Pythons' huge meals strengthen their hearts, and scientists hope it will help them learn how to treat human heart diseases.

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Eating Your Way To A Healthy Heart (If You're A Python)

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Adrian Beltre of the Texas Rangers is hit by a pitch from the Tampa Bay Rays' James Shields on Oct. 1 at Rangers Ballpark in Arlington, Texas.

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Pain At The Plate: Heat Increases Pitcher Retaliation

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Nature

Researchers Advance Cloning Of Human Embryos

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Israeli Wins Nobel Chemistry Prize For Quasicrystals

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The Stratospheric Observatory for Infrared Astronomy, known as SOFIA, is a modified Boeing 747 airplane that houses a NASA telescope. Melissa Forsyth/NPR hide caption

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Flying Telescope Makes An Out-Of-This-World Find

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NASA's GRAIL mission to study the moon launches aboard a Delta II rocket at Kennedy Space Center on Sept. 10. Sandra Joseph and Don Kight/NASA hide caption

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Launch Logistics: Speedy Rocket, Slow Electronics

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A Swainson's thrush flies a mock-migration in the wind tunnel at the University of Western Ontario. Science/AAAS hide caption

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Thirsty Birds 'Burn The Engine' In Flight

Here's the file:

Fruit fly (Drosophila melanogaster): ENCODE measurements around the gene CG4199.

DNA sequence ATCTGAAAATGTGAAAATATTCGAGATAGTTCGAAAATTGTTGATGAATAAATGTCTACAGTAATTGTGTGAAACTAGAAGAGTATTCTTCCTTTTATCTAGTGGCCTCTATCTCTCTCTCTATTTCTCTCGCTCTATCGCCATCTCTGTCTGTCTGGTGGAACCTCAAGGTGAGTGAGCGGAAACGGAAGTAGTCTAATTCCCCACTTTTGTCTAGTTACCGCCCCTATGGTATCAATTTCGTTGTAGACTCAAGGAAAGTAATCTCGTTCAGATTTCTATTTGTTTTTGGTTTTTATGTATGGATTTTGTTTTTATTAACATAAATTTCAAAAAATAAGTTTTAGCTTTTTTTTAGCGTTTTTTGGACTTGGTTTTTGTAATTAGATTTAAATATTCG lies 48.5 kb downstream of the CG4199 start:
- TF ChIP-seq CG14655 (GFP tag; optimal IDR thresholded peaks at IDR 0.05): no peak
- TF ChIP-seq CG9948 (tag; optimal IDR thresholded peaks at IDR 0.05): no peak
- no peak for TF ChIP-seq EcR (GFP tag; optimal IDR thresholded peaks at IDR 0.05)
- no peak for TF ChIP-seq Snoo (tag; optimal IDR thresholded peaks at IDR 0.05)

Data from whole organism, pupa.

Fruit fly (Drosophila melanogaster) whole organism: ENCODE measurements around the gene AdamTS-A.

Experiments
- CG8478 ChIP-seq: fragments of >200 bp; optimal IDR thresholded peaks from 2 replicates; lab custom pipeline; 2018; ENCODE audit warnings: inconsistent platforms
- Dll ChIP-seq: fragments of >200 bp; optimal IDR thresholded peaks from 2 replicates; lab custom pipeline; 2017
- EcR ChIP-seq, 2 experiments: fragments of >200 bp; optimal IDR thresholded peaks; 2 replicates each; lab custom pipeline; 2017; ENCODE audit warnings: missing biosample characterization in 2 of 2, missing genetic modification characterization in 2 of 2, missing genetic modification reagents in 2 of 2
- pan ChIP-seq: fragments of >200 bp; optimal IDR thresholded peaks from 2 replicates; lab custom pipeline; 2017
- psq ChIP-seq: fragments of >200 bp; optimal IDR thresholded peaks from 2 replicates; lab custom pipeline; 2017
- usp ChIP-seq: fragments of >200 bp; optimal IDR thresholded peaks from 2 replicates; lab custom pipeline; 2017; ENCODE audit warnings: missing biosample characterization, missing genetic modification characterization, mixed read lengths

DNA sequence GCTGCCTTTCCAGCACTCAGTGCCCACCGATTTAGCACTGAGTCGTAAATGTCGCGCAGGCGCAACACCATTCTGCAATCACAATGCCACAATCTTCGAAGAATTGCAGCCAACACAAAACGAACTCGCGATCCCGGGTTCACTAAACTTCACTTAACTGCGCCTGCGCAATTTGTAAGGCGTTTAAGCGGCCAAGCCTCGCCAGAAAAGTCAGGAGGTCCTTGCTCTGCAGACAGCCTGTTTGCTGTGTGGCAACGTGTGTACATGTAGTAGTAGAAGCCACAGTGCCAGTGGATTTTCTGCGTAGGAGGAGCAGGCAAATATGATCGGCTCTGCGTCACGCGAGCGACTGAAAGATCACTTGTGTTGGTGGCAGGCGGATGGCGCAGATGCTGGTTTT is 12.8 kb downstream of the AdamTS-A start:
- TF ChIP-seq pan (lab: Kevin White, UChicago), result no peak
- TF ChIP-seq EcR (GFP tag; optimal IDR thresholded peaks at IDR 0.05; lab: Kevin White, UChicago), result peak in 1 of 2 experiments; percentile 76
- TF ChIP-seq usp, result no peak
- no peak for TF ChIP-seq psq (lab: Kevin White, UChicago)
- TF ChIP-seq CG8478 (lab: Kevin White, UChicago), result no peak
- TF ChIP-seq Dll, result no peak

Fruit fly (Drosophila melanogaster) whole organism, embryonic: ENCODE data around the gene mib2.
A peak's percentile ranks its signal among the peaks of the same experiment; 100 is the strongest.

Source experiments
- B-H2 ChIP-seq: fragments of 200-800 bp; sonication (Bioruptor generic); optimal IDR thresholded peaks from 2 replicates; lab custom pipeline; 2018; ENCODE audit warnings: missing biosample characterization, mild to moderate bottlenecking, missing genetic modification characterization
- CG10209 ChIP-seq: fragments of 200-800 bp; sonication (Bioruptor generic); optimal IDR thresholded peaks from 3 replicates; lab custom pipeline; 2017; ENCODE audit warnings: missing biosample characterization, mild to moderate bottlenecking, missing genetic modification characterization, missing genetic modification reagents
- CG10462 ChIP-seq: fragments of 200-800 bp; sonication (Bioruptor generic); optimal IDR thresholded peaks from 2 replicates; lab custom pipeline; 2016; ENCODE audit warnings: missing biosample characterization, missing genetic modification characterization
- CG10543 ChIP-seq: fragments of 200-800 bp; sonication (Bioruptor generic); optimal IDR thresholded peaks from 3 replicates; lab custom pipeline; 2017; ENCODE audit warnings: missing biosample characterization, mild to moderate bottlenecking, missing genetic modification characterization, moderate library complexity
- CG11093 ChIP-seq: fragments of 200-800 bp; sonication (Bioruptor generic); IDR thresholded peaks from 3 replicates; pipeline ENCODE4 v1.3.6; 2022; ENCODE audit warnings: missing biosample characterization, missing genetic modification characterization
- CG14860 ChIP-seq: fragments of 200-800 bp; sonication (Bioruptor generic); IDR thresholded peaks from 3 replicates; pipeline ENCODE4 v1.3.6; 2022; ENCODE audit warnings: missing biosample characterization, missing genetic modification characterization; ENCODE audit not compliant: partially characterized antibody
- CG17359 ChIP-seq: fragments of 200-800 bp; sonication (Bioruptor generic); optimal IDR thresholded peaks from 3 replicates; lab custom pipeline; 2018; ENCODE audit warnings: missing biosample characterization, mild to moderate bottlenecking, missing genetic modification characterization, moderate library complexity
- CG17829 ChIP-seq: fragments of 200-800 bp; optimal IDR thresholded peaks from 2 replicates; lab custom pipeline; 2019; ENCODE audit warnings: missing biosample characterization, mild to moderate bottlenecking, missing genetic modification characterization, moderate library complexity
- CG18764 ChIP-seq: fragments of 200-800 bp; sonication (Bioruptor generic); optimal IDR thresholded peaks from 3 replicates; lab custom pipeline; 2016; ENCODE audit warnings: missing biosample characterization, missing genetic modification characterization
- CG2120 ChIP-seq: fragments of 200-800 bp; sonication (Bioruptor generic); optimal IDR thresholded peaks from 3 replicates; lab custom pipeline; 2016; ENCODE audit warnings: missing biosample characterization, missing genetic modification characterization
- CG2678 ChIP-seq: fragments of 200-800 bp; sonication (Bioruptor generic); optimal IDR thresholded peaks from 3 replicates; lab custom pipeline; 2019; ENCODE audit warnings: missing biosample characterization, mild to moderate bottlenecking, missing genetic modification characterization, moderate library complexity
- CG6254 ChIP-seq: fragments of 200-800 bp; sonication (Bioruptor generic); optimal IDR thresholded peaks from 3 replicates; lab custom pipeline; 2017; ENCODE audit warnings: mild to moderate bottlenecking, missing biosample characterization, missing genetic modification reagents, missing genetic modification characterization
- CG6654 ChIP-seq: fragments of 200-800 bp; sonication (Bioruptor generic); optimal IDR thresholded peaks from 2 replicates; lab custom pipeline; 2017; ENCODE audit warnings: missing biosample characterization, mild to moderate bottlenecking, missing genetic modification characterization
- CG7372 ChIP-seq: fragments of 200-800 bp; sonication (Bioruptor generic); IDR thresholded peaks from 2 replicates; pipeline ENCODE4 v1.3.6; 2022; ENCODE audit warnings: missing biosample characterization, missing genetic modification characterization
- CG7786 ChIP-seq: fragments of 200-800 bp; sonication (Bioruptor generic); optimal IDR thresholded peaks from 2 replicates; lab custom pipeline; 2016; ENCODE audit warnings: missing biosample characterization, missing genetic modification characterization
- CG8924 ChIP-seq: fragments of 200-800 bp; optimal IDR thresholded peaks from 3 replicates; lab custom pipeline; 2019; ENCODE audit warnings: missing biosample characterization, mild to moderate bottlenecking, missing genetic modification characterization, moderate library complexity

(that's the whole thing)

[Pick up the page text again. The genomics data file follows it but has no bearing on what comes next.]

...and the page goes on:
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Does getting home from your vacation spot always seem to take less time than getting there? A new scientific study provides an explanation for why. Harold M. Lambert/Lambert/Getty Images hide caption

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Why The Trip Home Seems To Go By Faster

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A Remnant From Algae In Malaria Parasite May Prove Its Weakness

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Researchers hope to keep the mosquito that transmits dengue, Aedes aegypti, from infecting humans using the Wolbachia bacterium. James Gathany/CDC Public Health Image Library hide caption

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Better You Than Me: Scientists Sicken Mosquitoes To Stop Dengue

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Don't Throw It Out: 'Junk DNA' Essential In Evolution

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Scientists now know why coffee rings have dark, well-defined edges, as seen in the image above. The research finding may have implications on the development of inks and paints. Marina Dominguez/NPR hide caption

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Scientists Crack The Physics Of Coffee Rings

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'Labs On A Chip' May Detect Diseases In The Field

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